Book Reviewed: I Am the Messenger, by Markus Zusak
When I was half-way through Markus Zusak's young adult novel, I Am the Messenger, I still couldn't decide how I felt about the book. I have a lot of faith in Zusak because he wrote a book I truly love, The Book Thief, and because his books have a kind of brave honesty to which I'm attracted. So even while I entertained doubts about the plot and the writing, I still had faith that things would turn out okay in the end. And of course, I was right.
I should have known to trust Zusak. Like his earlier books, the writing style is pretty choppy and a little too self-conscious at times. The first-person narrative keeps it from becoming annoying, though. Ed Kennedy, the narrator of Messenger, seems like the kind of guy who might actually talk in short, repetitive sentences. Ed's a nineteen-year-old cab driver who admits he hasn't amounted to much. His self-esteem is low, but he deals with life in a humorous and clear-eyed way that keeps him from becoming completely inert. In the novel's opening pages, Ed stops a bank robber while out with his three best friends - Richie, Marv, and Audrey (with whom he's also in love). After his heroic act, Ed begins getting ace cards in the mail, each one carrying three messages. After he accomplishes the necessary acts that the messages tell him to do, he gets another card until he ends up with tasks that become increasingly personal.
The plot of this book keeps you going even when things seem implausible. You're as eager to find out who's behind the cards as Ed is. At least I was. I liked being inside Ed's head, and I wanted things to turn out well for him. As Ed becomes attached to the people he helps in his ordered acts, I began to like them as well. That's why the book's final hundred pages make such an impact. When he receives a card that asks him to help those closest to him, I had my gut in my throat in the whole time. Oh, how I wanted everyone to be okay in the end!
This is one of those books that sticks with you after you finish it. I enjoyed reading the book - and true to Zusak's awesome powers over me, I cried a few times - but I wasn't prepared for the way certain images and scenes came to mind while I laid in bed that night. All of Zusak's books pack a surprising emotional punch, but he's not playing with emotions like a lot of young adult writers. Rather, he sticks to the basic building blocks of a good story. His principle characters are people for whom you want good things and his plots are complex enough to keep you occupied but simple enough for the reader to add his own shades of meaning. By sticking to these simple concepts, Zusak leaves lots of room for the reader to become attached to certain moments in the book. While I do think he has a tendency to overwrite, he is more than capable of adding a simple poetry to certain images - an old woman swinging her legs in a chair, a reserved young man gripping his steering wheel as he cries, one proud father talking to another. I read Zusak because he writes big books in which the smallest things count the most. That's not an easy thing to do.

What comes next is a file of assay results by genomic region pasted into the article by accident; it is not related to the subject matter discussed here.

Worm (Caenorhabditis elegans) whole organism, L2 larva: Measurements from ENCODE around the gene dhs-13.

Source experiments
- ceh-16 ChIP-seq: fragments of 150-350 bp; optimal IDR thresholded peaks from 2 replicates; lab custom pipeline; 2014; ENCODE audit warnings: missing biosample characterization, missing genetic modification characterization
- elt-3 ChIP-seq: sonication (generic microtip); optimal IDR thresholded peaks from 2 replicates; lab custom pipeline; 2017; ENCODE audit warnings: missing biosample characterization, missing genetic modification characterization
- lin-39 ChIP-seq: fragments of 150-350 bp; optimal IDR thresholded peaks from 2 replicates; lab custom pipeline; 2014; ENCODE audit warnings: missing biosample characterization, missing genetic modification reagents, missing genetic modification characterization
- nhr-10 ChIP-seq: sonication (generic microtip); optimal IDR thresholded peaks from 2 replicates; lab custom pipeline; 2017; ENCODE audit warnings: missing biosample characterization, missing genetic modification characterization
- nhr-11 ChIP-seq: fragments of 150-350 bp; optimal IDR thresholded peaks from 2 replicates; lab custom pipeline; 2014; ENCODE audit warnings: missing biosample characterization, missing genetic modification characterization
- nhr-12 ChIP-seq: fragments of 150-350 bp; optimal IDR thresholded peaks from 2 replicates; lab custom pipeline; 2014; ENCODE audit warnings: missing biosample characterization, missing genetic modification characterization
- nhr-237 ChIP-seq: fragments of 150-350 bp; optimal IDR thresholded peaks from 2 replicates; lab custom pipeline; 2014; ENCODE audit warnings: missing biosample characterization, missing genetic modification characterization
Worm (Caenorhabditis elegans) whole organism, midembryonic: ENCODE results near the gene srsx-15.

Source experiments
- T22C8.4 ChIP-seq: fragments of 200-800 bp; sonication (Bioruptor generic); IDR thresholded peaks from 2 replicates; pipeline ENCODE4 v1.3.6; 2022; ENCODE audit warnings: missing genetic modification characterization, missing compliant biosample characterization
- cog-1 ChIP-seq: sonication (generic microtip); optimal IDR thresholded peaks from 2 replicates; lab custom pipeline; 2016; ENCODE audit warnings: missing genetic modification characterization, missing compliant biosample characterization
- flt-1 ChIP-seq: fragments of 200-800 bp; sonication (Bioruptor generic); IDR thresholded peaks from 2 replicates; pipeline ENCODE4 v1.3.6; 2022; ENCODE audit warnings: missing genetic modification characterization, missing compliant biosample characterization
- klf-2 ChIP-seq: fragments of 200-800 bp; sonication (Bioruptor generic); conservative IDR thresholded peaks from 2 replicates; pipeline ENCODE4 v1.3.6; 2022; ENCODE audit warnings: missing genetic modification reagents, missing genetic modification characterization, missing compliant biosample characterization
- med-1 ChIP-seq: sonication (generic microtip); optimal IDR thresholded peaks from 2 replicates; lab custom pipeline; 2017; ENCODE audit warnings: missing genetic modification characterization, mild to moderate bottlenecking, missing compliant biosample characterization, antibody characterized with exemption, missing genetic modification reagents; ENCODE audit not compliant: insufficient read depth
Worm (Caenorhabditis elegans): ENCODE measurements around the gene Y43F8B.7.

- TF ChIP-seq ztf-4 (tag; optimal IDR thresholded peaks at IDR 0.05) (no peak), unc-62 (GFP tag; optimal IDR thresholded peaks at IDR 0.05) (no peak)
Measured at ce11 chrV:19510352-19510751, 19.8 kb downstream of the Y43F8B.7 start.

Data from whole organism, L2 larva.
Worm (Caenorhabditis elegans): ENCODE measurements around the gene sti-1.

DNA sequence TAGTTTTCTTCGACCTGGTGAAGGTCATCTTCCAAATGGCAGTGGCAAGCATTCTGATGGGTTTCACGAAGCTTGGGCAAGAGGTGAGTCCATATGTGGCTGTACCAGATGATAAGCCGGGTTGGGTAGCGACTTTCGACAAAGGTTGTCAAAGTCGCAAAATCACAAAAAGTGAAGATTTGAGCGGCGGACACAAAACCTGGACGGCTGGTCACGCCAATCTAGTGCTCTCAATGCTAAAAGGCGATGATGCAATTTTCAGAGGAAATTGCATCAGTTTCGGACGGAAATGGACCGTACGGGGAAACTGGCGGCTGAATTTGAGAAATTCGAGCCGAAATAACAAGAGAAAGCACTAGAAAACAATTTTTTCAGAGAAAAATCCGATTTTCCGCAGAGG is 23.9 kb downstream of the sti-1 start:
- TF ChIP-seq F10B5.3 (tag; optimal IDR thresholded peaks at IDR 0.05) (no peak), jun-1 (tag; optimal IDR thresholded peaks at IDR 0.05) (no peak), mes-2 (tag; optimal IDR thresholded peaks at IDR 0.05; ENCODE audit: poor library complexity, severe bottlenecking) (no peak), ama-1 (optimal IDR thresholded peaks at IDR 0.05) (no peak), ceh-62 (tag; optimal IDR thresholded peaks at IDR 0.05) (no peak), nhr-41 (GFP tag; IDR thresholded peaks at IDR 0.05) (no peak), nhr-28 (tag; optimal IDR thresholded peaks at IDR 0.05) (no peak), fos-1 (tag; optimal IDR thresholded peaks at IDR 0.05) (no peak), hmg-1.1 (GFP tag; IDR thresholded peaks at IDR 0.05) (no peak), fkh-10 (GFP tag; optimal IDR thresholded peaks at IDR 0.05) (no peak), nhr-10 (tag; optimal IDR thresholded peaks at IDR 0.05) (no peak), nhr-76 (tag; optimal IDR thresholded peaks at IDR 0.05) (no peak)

I Am the Messenger is a book I expect to come to mind every once in a while. It really sneaks up on you, even when you aren't sure what to think while you're reading it.
Note: This book's protagonist is a nineteen-year-old, which is quite a bit older than most young adult novel protagonists. It made me think about all those arguments about whether or not The Book Thief deserved to be classified as adult literary fiction rather than being published as a book for teens. I think Zusak's writing style fits the young adult "mold" (even though I don't like using those kinds of terms), but the ideas his books present work for all age groups. I don't think it's wrong to classify him as young adult novelist, but I do worry that such a title makes it harder for adult readers to find his work. Each book he's written has been better than the one before it, so if his writing keeps up at this exponential rate, he might finally get the wider audience he deserves. One of the best things about reading all of Zusak's books is that you can literally watch him grow into a stronger and stronger writer over time. I cannot wait for his next one!